Not all harassers need immediate firing — Business Management Daily: Free Reports on Human Resources, Employment Law, Office Management, Office Communication, Office Technology and Small Business Tax Business Management Daily

If you have a robust anti-harassment policy and act fast to stop co-worker sexual harassment, you usually won’t be liable for that harassment.

But that doesn’t mean you must automatically fire everyone who harasses a co-worker. You can use a more measured approach, including warnings and counseling. If that doesn’t work, then it may be time to terminate the perpetrator.

Recent case: Janice Blackmon worked for Walmart and began complaining to management that one of her co-workers was making sexual comments to her. Some of the come-ons: “Babe, I’m going to get what I want,” and “You know I want to screw you, don’t you?” Management told the co-worker to stop and issued him a reprimand.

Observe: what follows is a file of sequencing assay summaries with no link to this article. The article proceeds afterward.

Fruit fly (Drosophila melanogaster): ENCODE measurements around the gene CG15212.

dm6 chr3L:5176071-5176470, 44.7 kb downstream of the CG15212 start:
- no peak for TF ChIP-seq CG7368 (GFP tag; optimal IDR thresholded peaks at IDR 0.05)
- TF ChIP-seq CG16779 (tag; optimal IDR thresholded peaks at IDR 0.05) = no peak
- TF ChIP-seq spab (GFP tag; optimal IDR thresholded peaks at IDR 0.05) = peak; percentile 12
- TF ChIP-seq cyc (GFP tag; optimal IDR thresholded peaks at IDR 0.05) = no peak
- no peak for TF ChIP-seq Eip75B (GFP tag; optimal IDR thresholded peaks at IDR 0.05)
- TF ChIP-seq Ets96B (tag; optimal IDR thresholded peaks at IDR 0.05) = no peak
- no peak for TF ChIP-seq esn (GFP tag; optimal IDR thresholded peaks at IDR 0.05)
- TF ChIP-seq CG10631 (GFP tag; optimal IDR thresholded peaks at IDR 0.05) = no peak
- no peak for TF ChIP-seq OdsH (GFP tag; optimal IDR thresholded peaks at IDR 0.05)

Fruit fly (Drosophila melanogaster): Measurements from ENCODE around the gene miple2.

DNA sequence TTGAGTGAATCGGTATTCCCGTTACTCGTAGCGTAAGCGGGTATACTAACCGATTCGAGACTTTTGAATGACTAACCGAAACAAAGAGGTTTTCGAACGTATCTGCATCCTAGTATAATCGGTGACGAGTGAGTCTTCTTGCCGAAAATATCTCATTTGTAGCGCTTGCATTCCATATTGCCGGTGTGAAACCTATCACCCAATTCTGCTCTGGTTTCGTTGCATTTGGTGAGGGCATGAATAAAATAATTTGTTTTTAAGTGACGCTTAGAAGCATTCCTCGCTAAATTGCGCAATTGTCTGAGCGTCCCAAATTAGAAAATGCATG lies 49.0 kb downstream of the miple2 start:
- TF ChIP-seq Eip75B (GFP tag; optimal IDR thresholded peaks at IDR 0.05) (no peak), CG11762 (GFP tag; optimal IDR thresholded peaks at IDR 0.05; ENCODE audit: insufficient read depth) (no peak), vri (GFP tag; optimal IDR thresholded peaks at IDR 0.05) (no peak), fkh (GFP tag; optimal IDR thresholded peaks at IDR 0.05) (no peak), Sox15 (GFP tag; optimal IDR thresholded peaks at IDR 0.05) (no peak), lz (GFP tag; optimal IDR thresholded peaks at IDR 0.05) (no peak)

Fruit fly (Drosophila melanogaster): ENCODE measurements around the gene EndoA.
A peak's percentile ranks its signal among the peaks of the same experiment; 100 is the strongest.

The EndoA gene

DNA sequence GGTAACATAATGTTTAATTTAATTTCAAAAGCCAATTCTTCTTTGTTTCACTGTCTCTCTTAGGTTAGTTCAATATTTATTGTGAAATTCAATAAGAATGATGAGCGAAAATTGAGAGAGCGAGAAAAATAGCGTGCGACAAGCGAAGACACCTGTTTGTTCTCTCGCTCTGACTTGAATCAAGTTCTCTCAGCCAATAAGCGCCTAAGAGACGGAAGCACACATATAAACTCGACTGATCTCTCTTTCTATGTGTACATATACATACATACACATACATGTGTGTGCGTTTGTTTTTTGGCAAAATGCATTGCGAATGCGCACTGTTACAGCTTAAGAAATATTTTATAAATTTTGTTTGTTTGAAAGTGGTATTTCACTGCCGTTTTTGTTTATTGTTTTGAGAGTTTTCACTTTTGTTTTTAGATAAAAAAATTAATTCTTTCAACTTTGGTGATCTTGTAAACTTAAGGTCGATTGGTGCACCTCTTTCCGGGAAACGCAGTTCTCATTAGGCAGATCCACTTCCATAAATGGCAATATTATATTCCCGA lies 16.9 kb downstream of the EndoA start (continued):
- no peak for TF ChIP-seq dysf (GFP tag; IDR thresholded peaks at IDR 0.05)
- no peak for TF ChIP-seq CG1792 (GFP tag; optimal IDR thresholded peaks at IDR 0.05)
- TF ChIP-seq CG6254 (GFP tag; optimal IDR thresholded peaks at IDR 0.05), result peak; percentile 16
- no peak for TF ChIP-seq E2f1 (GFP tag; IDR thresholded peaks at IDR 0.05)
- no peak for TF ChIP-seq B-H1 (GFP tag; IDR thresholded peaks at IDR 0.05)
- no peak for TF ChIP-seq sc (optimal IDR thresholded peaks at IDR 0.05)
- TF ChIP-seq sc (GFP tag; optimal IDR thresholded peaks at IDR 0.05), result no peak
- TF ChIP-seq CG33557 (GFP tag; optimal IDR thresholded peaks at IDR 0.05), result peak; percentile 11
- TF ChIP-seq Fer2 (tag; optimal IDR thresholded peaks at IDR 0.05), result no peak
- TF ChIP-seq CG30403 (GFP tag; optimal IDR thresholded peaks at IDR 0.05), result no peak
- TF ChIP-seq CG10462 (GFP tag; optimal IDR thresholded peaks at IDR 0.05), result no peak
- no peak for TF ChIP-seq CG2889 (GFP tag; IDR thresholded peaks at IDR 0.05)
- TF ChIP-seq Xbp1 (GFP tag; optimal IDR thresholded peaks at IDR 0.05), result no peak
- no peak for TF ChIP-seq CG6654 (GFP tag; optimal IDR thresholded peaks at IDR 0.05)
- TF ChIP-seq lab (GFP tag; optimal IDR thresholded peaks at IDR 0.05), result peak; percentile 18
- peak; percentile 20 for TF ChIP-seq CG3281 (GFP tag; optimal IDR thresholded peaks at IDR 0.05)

Then the man allegedly grabbed Blackmon’s breasts while she was working at the cash register. Security cameras caught the incident on tape. Walmart fired him.

Blackmon sued, alleging that Walmart hadn’t done enough to stop the harassment.

The court disagreed. It said the retailer’s approach was appropriate, given the nature of each incident. Walmart had a sexual harassment policy that it followed, and it fired the co-worker when it became clear his behavior had gotten worse, not better, after he was reprimanded. (Blackmon v. Wal-Mart Stores, No. 09-11953, 11th Cir., 2009)

Final notes: If the alleged harasser is a supervisor, the rules of the game change. Supervisor harassment accompanied by an adverse employment action (such as being fired, demoted or otherwise punished by the supervisor) means automatic employer liability.

However, you can lessen the impact by taking fast action. This is no occasion for a wait-and-see attitude. If you substantiate a complaint of supervisor harassment, you must immediately terminate or otherwise remove the supervisor.

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